Farewell, ’14, you’ll (sort of) be missed

Keeping this post devoid of clichés is going to be rough. It seems all I’ve heard for the last 12 months are one-liners from motivational posters:

All in due time.

Keep your head up.

When it’s meant to be, it will be.

By every measure, 2014 was a hard year. We lost family members and family friends, our careers were in constant flux and, after two miscarriages, are ending the year without the child we thought we would have.

I’ve spent more time than I would like to admit feeling sorry for myself, and I don’t want to start 2015 with that same mindset. So, for sake of argument (and my sanity), let’s focus on the good stuff and send 2014 off right.

In 2014:
We ate at some of the best restaurants in the city, drank silly amounts of local beer, saw a play (my first!) at a local theater and even made our first trip to Churchill Downs.

Rhinegeist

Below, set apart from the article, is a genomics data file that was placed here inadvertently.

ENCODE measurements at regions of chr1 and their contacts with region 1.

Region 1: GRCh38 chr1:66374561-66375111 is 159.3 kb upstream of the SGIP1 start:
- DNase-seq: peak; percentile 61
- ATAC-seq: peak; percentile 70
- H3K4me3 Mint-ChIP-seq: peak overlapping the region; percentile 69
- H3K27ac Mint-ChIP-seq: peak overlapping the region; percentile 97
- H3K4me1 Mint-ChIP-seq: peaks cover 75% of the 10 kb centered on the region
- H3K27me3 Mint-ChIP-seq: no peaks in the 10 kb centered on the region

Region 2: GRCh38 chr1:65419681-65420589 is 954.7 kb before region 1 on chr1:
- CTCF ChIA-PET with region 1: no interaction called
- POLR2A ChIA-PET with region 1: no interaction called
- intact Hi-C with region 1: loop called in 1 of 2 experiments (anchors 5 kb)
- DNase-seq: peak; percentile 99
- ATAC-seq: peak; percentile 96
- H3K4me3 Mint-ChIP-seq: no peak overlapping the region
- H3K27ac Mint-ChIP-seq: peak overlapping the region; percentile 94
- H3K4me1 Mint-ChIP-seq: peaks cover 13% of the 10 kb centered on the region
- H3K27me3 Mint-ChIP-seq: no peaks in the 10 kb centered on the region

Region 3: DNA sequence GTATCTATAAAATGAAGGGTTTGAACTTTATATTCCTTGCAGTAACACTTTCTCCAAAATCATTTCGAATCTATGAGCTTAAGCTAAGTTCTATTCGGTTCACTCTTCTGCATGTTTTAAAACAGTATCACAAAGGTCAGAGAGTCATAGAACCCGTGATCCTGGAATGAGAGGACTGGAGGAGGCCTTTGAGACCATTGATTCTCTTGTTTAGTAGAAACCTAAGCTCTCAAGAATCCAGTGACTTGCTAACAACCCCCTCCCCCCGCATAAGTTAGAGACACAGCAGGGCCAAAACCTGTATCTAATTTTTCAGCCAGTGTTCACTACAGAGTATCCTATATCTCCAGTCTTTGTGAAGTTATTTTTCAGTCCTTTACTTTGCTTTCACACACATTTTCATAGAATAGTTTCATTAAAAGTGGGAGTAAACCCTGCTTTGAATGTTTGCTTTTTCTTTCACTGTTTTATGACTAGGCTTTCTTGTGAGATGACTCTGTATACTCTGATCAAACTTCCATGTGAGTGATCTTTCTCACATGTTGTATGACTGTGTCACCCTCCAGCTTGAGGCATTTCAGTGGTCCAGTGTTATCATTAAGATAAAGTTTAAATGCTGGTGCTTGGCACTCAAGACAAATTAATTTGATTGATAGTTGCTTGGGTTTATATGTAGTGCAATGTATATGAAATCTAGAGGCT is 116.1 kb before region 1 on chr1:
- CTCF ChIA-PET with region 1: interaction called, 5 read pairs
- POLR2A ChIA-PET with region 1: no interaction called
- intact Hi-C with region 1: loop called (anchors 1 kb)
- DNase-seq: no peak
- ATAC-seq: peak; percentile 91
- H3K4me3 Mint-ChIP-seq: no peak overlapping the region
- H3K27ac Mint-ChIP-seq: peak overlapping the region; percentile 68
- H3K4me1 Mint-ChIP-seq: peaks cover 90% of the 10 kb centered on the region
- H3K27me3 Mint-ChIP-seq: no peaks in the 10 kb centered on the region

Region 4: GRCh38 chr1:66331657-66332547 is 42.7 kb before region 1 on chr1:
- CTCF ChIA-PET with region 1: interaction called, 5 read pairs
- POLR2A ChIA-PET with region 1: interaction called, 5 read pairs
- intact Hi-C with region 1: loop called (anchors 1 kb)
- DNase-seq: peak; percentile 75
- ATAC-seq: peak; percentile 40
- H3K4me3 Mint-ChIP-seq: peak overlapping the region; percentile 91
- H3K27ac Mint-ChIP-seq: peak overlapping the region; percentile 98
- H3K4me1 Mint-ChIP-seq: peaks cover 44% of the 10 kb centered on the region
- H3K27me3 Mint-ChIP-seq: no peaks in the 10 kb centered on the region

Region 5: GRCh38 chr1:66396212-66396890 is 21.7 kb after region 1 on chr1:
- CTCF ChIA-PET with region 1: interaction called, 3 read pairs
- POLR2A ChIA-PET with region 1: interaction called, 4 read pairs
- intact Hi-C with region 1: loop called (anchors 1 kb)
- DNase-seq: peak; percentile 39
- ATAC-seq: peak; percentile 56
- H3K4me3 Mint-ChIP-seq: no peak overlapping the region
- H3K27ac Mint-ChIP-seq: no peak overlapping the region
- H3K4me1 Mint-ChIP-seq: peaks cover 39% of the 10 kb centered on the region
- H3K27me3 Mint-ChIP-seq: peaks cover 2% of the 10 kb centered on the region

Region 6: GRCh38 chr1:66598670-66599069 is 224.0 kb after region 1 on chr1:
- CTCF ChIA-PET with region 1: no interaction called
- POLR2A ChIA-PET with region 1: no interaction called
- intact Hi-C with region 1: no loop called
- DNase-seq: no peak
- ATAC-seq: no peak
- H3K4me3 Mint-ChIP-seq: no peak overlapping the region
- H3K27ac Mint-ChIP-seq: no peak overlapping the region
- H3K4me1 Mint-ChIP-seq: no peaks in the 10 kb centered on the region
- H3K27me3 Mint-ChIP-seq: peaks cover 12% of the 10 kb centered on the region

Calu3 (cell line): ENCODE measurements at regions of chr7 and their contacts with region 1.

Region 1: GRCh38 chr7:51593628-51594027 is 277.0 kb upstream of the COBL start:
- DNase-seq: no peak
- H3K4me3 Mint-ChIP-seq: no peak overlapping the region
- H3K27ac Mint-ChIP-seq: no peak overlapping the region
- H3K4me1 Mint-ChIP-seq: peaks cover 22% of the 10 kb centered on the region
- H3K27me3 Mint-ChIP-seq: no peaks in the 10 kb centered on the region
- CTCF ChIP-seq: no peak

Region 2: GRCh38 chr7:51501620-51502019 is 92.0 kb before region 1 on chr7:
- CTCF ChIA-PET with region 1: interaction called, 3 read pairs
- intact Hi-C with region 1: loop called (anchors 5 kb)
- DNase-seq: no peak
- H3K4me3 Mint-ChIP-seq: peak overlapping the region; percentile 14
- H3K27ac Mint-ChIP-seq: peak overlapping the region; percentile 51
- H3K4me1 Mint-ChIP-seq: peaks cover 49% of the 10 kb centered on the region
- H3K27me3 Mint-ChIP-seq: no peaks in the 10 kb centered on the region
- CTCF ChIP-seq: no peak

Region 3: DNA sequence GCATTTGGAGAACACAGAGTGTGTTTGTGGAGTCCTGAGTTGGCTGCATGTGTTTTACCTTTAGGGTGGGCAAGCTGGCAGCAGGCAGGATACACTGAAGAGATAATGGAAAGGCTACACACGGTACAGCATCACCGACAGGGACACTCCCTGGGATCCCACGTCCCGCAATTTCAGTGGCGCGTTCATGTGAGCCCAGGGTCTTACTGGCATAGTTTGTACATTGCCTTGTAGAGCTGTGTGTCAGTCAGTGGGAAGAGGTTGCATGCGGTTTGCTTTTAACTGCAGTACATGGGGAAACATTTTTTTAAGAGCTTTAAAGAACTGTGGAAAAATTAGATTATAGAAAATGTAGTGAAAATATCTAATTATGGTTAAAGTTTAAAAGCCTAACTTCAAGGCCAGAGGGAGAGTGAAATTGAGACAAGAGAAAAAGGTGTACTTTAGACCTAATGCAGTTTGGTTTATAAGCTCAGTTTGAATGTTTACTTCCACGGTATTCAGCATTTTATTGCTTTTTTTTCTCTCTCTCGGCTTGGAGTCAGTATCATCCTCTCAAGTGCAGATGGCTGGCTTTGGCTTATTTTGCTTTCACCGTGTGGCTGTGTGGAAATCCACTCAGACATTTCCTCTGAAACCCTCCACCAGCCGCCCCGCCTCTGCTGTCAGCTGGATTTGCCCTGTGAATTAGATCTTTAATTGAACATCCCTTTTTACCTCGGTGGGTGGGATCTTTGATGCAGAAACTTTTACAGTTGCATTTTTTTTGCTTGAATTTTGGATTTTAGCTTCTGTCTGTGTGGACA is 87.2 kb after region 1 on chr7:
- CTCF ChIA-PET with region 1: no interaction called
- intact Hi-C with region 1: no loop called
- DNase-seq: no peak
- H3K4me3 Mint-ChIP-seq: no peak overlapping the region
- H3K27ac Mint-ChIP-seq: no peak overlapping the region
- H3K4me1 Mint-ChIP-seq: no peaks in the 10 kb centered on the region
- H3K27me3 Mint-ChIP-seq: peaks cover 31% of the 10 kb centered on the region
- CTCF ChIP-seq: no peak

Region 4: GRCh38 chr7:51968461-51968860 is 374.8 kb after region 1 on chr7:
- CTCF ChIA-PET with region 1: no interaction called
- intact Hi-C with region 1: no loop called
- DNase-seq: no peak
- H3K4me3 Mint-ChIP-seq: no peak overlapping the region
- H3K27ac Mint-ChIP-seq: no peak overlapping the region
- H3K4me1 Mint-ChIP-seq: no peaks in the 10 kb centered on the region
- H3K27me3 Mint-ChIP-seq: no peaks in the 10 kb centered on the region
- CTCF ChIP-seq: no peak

Checking out Rhinegeist for the first time.

We went on multiple fantastic family vacations, including a trip to Las Vegas, Fourth of July at Lake Cumberland and a long weekend in Gatlinburg.

Lake Cumberland

Kim & me on Lake Cumberland

We rocked out at several concerts, ranging from Lionel Ritchie (yes, it’s true) to Panic! at the Disco, and were even upgraded to VIP for free at Bunbury Music Festival.

Bunbury Music Festival

So many wristbands, so little time at Bunbury

We traveled to see friends, had friends come to see us and spent countless hours reliving the reasons why we’re all so close no matter how far apart we are.

Detroit Zoo

Quick photo op in the Detroit Zoo parking lot.

We got to meet our new niece Brynn, who is as adorable and sweet as can be, and watched our nephew Lincoln develop his growing personality, cracking us up and melting our hearts along the way.